5. Does it make any difference as to how representation is allocated?

One of the most important insights of political science is that not all methods of electing representatives will produce the same governance outcomes. The rules for allocating representation in a decision-making body have a profound effect on the relative power of the different groups represented. One of the crucial debates at the constitutional convention was over the number of legislative representatives from each state. If each state had been granted the same number of legislators, legislative seats were allocated in proportion to a state’s population, however, then the small states would have had virtually no influence at all.

At-large legislative districts: Districts in which all of the representatives are elected by all of the eligible voters in the relevant geographic area.

Single-member legislative districts: A method of electing legislature in which the relevant geography is divided into individual districts, with one representative elected by the members of each district.

6. Is everything up for a vote in most democracies?

While many people might argue that the ability to vote for everything is in the definition of democracy, that doesn’t necessarily mean that it will have a good effect on the society. One of the first main problems is that this principle of making decisions is time consuming and expensive, while at the same time it makes politicians redundant, hence the government become worthless in a way. While technically democracy gives us the freedom to make everything be up for a vote, that doesn’t prove to be the right decision all the time. A simple example is the Brexit, where the british citizens decided to leave

the EU, while economically this is a mistake for the country. Citizens not informed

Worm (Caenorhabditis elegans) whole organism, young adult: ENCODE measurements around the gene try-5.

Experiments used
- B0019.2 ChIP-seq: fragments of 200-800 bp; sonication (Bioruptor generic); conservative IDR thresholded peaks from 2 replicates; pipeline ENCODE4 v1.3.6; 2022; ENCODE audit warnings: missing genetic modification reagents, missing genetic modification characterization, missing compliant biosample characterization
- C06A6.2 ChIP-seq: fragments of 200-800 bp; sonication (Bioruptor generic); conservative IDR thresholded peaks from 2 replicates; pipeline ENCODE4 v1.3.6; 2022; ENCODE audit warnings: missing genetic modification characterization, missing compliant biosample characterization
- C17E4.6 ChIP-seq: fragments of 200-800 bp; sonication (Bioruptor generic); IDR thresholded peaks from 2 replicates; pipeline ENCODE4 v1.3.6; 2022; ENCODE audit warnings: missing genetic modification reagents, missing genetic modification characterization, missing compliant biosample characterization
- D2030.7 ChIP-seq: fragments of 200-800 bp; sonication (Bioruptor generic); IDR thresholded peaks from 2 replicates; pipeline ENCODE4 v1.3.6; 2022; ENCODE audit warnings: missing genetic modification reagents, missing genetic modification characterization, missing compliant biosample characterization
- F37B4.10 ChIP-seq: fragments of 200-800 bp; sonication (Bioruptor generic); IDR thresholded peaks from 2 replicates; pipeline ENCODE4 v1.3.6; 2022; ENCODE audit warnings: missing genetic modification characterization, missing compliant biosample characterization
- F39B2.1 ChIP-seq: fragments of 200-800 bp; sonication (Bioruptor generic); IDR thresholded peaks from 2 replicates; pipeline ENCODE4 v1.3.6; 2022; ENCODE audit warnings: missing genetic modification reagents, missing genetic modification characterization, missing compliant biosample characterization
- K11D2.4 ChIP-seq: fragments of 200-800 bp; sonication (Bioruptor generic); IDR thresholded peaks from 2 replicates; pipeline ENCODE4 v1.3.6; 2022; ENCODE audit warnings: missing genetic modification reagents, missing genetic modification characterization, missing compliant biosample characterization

7. What is logrolling?

A practice common in the U.S. Congress and in many other legislative assemblies in which two (or more) legislators agree for each to trade his vote on one bill he cares little about in exchange for the other’s vote on a bill that is personally much more important to him.

8. What is rent seeking?

Rent-seeking is when a company, organization or an individual uses its resources to obtain economic gain from other without actually giving any benefits back to the society. Examples of rent-seeking is companies lobbying the government for loans, grants or tax protection, while those activities do not create any benefit for the society. The most common type of rent-seeking is when companies use their capital to influence politicians and their decision making of the laws and regulations of that specific type of industry.

9. What are some key attribute of markets?

  1. All markets bring together utility-maximizing consumers with profit-maximizing firms.

  2. Price is the mechanism that brings supply of a good or service into equilibrium with demand.

  3. Markets are a powerful force for innovation and profess

  4. Regulating markets, or otherwise limiting the degree to which prices are allowed to bring supply and demand into equilibrium, will also dull the mechanism by which markets “heal” themselves.

  5. Market outcomes are amoral

  6. The same features of markets that make our lives steadily better also make it difficult to stop socially pernicious behavior for which there are markets, whether it is selling guns, drugs, sex, or even human organs.

10. What is meant by price signals